Goldilocks at Petertide — An ordination reflection

With Easter behind us, the thoughts of the ecclesiastical classes turn readily from baptism to ordination. Courses conclude and colleges empty and cathedral precentors will soon be calming nerves at ordination rehearsals while photographers stand by to capture carefully-choreographed images of spontaneous joy.


We do, however, have something of a Goldilocks problem with ordained ministry, and perhaps always have had. Tending towards either too low or too high a sense of the priest’s particularity, we end up with a prosaic functionalism (with a full diary to prove it) or a mystical omniscience. Neither extreme is helpful.

Goldilocks at Petertide

No doubt some of the problem began with the Reformation, when old ways of thinking about what priests did at the holy end, confecting Christ in whispered isolation, changed utterly, shattering the sure understanding of the past.


It was with such notions of an ‘ontologically changed’ priest intact that, when I was at college 20 years ago, we knew no ruder word than ‘training’. Nor any word less accurate. Dogs and monkeys were trained. But priests and deacons were formed for the life and work set before them.


This is not a facile distinction, though it is partial and perhaps irritating. It shares with virtue ethics the conviction that what matters is not so much what we do as who we are. But being and doing are closer than cousins and inevitably cause each other: who we are informs and enables what we do. Experience, in turn, feeds our instincts, guides our reactions, and dyes within us a new and deepening authenticity.


This is true not just of Christian priests, but it should be noticeably true of them, and of any who are ‘subdued to what they work in’ through a daily focus on prayer and reflective praxis.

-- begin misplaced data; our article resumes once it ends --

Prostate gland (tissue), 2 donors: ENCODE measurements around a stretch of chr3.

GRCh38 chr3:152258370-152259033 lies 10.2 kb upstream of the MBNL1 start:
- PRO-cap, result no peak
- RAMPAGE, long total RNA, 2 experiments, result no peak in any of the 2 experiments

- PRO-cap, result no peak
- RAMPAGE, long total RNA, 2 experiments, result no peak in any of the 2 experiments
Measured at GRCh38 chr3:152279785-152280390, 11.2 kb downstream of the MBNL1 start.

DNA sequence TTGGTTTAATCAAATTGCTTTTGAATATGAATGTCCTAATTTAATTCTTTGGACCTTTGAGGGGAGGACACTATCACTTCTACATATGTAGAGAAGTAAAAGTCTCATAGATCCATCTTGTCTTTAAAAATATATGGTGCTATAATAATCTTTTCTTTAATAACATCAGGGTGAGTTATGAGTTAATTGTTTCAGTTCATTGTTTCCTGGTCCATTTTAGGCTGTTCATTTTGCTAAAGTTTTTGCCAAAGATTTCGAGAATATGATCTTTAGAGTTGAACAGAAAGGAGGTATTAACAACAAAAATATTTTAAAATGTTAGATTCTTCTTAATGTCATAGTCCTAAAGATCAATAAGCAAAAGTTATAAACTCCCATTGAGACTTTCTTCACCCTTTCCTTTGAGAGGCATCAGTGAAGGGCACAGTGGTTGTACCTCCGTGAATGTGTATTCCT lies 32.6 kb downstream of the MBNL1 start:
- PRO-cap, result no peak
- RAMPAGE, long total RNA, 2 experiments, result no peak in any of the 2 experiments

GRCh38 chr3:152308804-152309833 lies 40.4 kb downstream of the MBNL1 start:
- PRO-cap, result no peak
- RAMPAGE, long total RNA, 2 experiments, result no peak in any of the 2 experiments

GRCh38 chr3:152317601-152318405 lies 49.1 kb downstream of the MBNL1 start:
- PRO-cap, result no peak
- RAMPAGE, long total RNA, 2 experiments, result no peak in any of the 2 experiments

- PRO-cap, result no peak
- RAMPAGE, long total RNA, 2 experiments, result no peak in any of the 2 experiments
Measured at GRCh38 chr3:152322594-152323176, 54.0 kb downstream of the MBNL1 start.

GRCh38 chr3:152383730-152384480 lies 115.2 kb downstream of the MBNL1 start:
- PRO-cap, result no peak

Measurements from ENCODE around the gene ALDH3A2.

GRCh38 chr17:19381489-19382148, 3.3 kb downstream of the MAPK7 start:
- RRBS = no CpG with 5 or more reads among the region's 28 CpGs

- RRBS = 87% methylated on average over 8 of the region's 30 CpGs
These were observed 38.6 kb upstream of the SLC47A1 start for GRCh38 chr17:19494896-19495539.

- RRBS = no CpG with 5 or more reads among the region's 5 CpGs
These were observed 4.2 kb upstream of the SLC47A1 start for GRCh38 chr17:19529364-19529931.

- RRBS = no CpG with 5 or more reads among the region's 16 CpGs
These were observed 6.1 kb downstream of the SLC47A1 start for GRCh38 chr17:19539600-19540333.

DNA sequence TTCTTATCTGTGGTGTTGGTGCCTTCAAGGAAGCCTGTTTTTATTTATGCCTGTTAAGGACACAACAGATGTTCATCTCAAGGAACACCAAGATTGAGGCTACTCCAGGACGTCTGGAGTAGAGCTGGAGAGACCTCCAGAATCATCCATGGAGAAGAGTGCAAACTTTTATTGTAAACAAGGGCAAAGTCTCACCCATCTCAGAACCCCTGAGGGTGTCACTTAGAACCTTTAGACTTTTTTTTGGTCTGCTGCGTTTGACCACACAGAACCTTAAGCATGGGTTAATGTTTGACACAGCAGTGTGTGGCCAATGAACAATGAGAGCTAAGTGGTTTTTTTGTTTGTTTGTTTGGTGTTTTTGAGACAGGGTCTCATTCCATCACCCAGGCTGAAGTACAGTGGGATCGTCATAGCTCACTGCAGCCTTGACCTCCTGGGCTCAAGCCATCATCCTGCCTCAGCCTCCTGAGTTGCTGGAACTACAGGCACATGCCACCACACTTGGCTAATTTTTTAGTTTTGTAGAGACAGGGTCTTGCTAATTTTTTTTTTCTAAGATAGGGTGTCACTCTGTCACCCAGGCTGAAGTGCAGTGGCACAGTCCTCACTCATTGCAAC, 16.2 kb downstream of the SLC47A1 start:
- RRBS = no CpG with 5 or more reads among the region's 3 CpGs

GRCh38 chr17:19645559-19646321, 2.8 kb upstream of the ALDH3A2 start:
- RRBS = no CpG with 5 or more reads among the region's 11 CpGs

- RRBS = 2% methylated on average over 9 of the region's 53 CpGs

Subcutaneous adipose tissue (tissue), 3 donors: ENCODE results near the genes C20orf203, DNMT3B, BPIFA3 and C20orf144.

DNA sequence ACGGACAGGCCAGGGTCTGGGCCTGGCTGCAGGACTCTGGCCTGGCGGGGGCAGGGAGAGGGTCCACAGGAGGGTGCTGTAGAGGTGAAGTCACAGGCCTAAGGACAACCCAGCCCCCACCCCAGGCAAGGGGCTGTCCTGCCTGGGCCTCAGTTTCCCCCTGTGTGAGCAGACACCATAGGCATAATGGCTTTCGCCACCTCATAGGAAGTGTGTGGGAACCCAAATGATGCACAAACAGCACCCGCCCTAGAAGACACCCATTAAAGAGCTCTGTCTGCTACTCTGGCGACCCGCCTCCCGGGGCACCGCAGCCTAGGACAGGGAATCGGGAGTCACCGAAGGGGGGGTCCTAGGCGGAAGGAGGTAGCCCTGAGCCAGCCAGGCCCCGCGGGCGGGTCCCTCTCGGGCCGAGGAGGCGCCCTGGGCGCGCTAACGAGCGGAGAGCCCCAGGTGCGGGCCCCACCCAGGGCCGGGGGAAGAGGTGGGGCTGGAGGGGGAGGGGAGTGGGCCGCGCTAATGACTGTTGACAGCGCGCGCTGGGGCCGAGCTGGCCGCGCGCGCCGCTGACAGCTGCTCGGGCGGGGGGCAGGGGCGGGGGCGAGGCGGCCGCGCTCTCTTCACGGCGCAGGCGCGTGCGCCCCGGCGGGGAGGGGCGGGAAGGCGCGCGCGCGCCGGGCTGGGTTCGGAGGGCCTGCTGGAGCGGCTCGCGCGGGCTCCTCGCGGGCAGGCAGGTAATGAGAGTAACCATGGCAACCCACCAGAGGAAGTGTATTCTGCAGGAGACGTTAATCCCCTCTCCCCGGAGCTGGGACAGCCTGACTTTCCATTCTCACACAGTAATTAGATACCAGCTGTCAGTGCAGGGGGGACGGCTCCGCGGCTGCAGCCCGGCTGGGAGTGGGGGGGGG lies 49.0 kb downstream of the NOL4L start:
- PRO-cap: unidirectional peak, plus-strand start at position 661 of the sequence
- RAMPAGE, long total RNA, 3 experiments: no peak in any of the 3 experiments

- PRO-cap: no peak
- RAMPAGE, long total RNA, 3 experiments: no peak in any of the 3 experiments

It is in part for this reason that I am not keen on the phrase ‘vicar factory’. I know that it is intended to be jocular and a remedy against pomposity, but it carries inescapable tones of the mass-produced pastoral operative. These are best avoided, especially as they lead by degrees from too low a doctrine of priesthood to no doctrine at all, resulting in calls for ‘lay celebration’ of the Eucharist, as if the people of God were not already the celebrants of the sacraments; and as if the president of their weekday community was not therefore the president at their Sunday altar.


But this is to open too many cans of worms. What matters to Goldilocks is that the particular nature of the priest should not be so diluted or dispensable that s/he blends invisibly into a magnolia background; nor so dilated and inflated that we end up with a beneficent witch or magus, always knowing best, exercising quasi-magical powers over bread and wine, as if the rest of the worshipping body need never exist.


This perhaps is the consequence of too high a doctrine of priesthood, one that sees ontology changed by ordination at the bishop’s hands, followed by admission to a wonder-working caste with revelation of arcane secrets, like where to find the Extended Prefaces on the Church of England website.


The challenge for Goldilocks, of course, is to find a description of priesthood that’s just right. A strong contender, and personal favourite of mine, is this definition by the late Canon Professor DW Hardy, who sees the priest as one who ‘in some sense personifies the embodiment in the Church of God’s work to bring truth and healing to the world.’